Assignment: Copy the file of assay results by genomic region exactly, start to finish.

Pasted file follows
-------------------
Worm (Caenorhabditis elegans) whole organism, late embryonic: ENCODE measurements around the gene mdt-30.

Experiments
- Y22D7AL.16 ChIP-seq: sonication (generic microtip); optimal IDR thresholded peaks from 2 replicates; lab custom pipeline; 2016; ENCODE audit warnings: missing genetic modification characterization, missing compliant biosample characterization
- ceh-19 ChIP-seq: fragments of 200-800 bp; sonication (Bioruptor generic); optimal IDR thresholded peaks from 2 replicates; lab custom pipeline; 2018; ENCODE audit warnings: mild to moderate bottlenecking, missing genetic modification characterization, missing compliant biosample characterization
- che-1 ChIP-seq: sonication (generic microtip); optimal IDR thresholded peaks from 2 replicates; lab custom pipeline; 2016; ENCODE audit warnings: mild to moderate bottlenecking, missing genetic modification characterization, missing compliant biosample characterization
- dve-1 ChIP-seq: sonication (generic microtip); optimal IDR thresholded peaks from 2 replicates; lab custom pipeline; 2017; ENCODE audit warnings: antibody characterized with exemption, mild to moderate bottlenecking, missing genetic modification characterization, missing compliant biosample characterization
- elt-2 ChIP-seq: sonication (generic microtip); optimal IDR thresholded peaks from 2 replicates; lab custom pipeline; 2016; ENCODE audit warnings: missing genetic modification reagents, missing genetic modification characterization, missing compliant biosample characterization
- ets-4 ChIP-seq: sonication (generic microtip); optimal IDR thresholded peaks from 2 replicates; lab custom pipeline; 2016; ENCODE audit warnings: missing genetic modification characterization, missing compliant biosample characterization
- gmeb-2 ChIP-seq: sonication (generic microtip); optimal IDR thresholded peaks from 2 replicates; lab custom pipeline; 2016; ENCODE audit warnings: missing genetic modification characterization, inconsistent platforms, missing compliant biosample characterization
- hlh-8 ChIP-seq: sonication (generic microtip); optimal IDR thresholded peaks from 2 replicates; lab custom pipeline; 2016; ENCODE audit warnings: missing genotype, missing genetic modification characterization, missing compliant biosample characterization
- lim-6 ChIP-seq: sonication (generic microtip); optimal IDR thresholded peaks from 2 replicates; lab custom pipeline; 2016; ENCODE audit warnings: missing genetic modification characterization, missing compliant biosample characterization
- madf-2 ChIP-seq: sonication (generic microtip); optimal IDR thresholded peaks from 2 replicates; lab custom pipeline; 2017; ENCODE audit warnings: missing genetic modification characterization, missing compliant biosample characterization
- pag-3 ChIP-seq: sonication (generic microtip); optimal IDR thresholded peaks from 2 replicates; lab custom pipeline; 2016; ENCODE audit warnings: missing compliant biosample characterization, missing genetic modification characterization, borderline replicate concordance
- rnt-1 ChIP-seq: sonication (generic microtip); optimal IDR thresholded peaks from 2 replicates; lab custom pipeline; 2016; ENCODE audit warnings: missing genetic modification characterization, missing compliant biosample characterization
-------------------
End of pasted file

Worm (Caenorhabditis elegans) whole organism, late embryonic: ENCODE measurements around the gene mdt-30.

Experiments
- Y22D7AL.16 ChIP-seq: sonication (generic microtip); optimal IDR thresholded peaks from 2 replicates; lab custom pipeline; 2016; ENCODE audit warnings: missing genetic modification characterization, missing compliant biosample characterization
- ceh-19 ChIP-seq: fragments of 200-800 bp; sonication (Bioruptor generic); optimal IDR thresholded peaks from 2 replicates; lab custom pipeline; 2018; ENCODE audit warnings: mild to moderate bottlenecking, missing genetic modification characterization, missing compliant biosample characterization
- che-1 ChIP-seq: sonication (generic microtip); optimal IDR thresholded peaks from 2 replicates; lab custom pipeline; 2016; ENCODE audit warnings: mild to moderate bottlenecking, missing genetic modification characterization, missing compliant biosample characterization
- dve-1 ChIP-seq: sonication (generic microtip); optimal IDR thresholded peaks from 2 replicates; lab custom pipeline; 2017; ENCODE audit warnings: antibody characterized with exemption, mild to moderate bottlenecking, missing genetic modification characterization, missing compliant biosample characterization
- elt-2 ChIP-seq: sonication (generic microtip); optimal IDR thresholded peaks from 2 replicates; lab custom pipeline; 2016; ENCODE audit warnings: missing genetic modification reagents, missing genetic modification characterization, missing compliant biosample characterization
- ets-4 ChIP-seq: sonication (generic microtip); optimal IDR thresholded peaks from 2 replicates; lab custom pipeline; 2016; ENCODE audit warnings: missing genetic modification characterization, missing compliant biosample characterization
- gmeb-2 ChIP-seq: sonication (generic microtip); optimal IDR thresholded peaks from 2 replicates; lab custom pipeline; 2016; ENCODE audit warnings: missing genetic modification characterization, inconsistent platforms, missing compliant biosample characterization
- hlh-8 ChIP-seq: sonication (generic microtip); optimal IDR thresholded peaks from 2 replicates; lab custom pipeline; 2016; ENCODE audit warnings: missing genotype, missing genetic modification characterization, missing compliant biosample characterization
- lim-6 ChIP-seq: sonication (generic microtip); optimal IDR thresholded peaks from 2 replicates; lab custom pipeline; 2016; ENCODE audit warnings: missing genetic modification characterization, missing compliant biosample characterization
- madf-2 ChIP-seq: sonication (generic microtip); optimal IDR thresholded peaks from 2 replicates; lab custom pipeline; 2017; ENCODE audit warnings: missing genetic modification characterization, missing compliant biosample characterization
- pag-3 ChIP-seq: sonication (generic microtip); optimal IDR thresholded peaks from 2 replicates; lab custom pipeline; 2016; ENCODE audit warnings: missing compliant biosample characterization, missing genetic modification characterization, borderline replicate concordance
- rnt-1 ChIP-seq: sonication (generic microtip); optimal IDR thresholded peaks from 2 replicates; lab custom pipeline; 2016; ENCODE audit warnings: missing genetic modification characterization, missing compliant biosample characterization